31 March 2010

Róisin; Dubh

The redoubtable Williams Brothers have lots of beers on the market here at the moment, and frankly I'm delighted. I love to see a brewery that isn't afraid to throw something weird into the fermenter and I've been working gradually through the range in recent months.

The bright pink modernist stylings of Róisin stand out from the other side of the off licence. It's made with tayberries and claims on the label to be pink, but in fact pours a dark reddish-gold, permeated by a very fine haze. No sickly fruits or syrups leap out in the aroma, just dry and carbonic notes with an echo of forest fruit, much like those lightly-flavoured mineral waters you get. The texture of the 4.2% ABV beer is light and lagery and the taste is crisp and understated: no hops, nothing identifiable as malt, just a mild raspberry (yeah, tayberry, I know, but I'm trying to be descriptive here) tartness. All-in-all there isn't much going on in this one and I'm not sure I'd buy it again. Though if I did it'd be for drinking al fresco some sunny evening just before dinner: that's its place in the world.

And for a post-prandial: Midnight Sun. At 5.6% ABV this is just inside the digestif category of strong stouts. Actually, it claims to be a porter, but it's very much a stout porter, to be all archaic about nomenclature. It's thick and viscous with a solid head and opaque body. Only a slight promise of roasted grains comes through on the nose, and classic stout dryness is the backbone of the flavour, accentuated by a very mild spice which the label tells me is from the addition of ginger: I doubt I'd have spotted it without knowing. Amongst all this rigid structure there's a soft chocolate heart which keeps the beer all smooth and accessible. The hops make themselves felt at the very end as a faint metallic note -- something I don't care for generally but it doesn't get in the way too much here. All these elements are blended together quite well and the result is a solid heavy stout designed for considered drinking.

Both beers feature in the new lavish breeze-block-sized tome about world beer 1001 Beers You Must Try Before You Die, edited by Adrian Tierney-Jones and featuring articles by many of the best beer writers around. Plus a few by me as well.

29 March 2010

Festival season

It's been a busy few days, beerwise, involving some thorough investigations into the new wave of Irish beers on the scene right now. It began with the kick-off of The Porterhouse Independent Irish Beer & Whiskey Festival on Thursday. This year, joyously, the range is too big to squeeze onto one bar so it took trips to both Central and Temple Bar branches to get a taste of all the newcomers.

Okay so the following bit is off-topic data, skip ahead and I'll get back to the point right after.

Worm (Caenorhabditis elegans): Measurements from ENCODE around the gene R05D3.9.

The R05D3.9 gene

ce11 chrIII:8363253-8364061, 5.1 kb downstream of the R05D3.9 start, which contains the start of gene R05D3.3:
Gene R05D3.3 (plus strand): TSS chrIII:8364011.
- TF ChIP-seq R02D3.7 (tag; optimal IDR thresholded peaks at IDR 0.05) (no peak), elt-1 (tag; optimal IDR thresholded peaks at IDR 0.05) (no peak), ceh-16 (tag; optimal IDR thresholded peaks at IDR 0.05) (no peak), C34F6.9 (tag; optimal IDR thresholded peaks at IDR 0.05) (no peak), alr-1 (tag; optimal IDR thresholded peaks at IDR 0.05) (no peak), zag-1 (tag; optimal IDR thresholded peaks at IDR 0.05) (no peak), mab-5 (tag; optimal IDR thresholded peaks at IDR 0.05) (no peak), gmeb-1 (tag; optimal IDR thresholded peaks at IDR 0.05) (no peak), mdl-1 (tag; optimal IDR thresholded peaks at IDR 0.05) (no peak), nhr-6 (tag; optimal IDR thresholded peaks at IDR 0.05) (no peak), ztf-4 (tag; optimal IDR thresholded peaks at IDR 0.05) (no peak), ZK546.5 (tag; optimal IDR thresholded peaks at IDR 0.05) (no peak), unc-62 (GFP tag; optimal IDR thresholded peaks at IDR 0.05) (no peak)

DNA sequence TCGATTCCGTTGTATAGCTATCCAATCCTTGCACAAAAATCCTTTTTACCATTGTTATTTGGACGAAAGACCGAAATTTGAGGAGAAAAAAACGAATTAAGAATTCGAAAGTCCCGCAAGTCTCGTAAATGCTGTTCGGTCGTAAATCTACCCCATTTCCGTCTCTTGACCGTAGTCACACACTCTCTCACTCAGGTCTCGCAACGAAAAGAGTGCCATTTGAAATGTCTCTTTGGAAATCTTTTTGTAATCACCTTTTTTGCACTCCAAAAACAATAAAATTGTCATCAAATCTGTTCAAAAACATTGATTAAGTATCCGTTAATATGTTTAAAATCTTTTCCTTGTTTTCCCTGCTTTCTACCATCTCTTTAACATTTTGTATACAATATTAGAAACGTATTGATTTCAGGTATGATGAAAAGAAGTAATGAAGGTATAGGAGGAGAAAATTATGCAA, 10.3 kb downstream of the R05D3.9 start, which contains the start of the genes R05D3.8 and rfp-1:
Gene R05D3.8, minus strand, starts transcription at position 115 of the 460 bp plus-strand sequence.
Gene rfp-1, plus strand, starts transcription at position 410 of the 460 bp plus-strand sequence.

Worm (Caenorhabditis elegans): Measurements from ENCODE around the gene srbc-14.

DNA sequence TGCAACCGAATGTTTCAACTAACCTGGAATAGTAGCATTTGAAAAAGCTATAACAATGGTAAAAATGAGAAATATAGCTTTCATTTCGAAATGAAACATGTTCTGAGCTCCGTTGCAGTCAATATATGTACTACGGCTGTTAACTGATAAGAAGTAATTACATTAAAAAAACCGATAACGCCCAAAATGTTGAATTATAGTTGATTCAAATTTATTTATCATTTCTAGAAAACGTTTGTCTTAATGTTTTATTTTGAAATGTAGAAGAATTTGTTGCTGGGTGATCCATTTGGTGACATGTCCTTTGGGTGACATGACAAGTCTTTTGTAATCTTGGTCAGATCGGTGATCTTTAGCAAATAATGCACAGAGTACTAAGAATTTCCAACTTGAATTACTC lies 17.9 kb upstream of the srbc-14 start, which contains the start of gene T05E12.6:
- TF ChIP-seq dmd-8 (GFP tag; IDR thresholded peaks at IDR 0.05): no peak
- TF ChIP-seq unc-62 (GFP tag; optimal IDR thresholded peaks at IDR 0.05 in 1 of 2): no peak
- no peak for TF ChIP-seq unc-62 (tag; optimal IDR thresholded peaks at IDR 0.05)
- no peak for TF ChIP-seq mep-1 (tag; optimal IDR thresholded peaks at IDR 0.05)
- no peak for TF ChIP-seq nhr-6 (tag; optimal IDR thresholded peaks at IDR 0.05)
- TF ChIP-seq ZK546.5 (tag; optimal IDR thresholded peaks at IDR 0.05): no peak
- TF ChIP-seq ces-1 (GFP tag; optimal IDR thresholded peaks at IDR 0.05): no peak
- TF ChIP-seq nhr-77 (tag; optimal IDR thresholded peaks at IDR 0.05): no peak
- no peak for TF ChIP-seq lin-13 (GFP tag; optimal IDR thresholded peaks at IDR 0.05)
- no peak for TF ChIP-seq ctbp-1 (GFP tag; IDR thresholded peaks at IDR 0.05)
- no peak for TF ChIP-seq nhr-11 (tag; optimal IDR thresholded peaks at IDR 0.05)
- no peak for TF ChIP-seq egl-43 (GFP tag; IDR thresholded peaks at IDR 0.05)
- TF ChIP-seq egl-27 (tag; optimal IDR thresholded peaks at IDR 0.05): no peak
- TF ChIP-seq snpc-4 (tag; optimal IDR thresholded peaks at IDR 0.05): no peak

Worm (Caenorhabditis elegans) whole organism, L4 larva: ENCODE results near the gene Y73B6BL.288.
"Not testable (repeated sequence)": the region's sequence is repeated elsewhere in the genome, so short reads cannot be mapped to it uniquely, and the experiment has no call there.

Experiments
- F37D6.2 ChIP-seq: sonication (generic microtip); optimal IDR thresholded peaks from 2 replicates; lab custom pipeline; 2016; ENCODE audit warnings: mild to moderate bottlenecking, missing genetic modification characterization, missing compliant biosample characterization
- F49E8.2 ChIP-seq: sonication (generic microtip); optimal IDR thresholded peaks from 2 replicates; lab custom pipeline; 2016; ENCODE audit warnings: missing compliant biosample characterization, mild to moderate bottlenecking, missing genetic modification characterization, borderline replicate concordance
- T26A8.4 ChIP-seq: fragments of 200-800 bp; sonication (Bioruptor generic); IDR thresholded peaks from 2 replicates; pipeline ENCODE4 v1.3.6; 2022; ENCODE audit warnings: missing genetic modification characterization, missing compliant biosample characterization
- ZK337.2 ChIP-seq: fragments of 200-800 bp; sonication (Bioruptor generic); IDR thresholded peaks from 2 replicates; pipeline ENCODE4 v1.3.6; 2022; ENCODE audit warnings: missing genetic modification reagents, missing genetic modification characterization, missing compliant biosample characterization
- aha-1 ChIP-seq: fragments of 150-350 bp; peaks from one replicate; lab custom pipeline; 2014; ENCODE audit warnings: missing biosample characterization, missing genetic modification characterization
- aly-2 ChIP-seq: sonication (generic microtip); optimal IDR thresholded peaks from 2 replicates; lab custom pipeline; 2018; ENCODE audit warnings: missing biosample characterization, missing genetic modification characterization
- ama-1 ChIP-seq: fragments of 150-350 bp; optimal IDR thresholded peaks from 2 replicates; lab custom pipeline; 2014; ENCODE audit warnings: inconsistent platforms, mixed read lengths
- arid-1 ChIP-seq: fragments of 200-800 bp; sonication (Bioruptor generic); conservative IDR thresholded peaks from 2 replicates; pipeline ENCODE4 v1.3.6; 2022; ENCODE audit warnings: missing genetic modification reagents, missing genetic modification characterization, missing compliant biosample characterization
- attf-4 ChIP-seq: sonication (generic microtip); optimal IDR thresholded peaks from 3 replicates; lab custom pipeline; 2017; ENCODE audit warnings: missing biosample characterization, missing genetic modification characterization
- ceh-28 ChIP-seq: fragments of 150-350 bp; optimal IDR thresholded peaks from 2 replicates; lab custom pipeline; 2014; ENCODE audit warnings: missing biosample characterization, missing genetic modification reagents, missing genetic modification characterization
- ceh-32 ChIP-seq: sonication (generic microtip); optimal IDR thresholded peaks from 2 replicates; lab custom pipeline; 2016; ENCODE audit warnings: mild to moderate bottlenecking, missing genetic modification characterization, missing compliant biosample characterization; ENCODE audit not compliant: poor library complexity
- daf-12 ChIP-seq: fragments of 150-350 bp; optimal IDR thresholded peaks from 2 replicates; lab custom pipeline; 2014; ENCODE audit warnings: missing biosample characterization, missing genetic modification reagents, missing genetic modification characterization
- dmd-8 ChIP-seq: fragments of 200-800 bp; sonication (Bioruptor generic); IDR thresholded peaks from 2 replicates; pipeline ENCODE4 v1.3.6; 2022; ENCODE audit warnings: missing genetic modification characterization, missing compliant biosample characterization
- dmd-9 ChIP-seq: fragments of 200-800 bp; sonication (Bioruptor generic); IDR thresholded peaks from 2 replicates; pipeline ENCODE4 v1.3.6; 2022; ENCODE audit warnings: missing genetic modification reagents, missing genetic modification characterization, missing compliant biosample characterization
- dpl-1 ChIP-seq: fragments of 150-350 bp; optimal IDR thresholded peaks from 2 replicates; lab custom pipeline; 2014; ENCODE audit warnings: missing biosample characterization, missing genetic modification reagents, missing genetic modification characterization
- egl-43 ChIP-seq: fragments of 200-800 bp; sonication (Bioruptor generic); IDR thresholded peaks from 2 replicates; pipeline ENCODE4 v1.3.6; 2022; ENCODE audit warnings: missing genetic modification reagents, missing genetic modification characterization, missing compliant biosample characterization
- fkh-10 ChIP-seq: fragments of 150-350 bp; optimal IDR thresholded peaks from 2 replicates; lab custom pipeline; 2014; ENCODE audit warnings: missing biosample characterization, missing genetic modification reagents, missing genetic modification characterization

Pale ales are something of a theme at the moment, and alongside Carlow's heavy O'Hara's IPA, Whitewater have produced Copperhead: a 3.7% ABV sessioner. It's the dark gold shade of Budvar and gives off a peachy fresh-hop aroma. After an initial strong and waxy bitter hit, it provides punchy citric notes, all on a smooth and very easy-to-drink body. I love this beer, and especially the way it crams so much flavour into a low level of alcohol, guaranteeing the first pint is followed by a second, no matter how many new and interesting beers are on the bar next to it.

At the opposite end of the scale there's Golden Otter, a new one from Franciscan Well. A distinctive, vaguely familar, aroma leapt out of the cloudy brown liquid and continued to dominate the flavour on tasting. It took me a few minutes to figure out what it was, but I eventually pinned it down as Marmite: that sharp, almost beefy, yeast flavour that tends to indicate beer which has been left fermenting too long. I couldn't help but think that this is more a beer for spreading on your toast than drinking. Additionally there's a barnyardy funk to the flavour as well, adding up to an ale perhaps most kindly described as "rustic". Not one I'll be ordering again.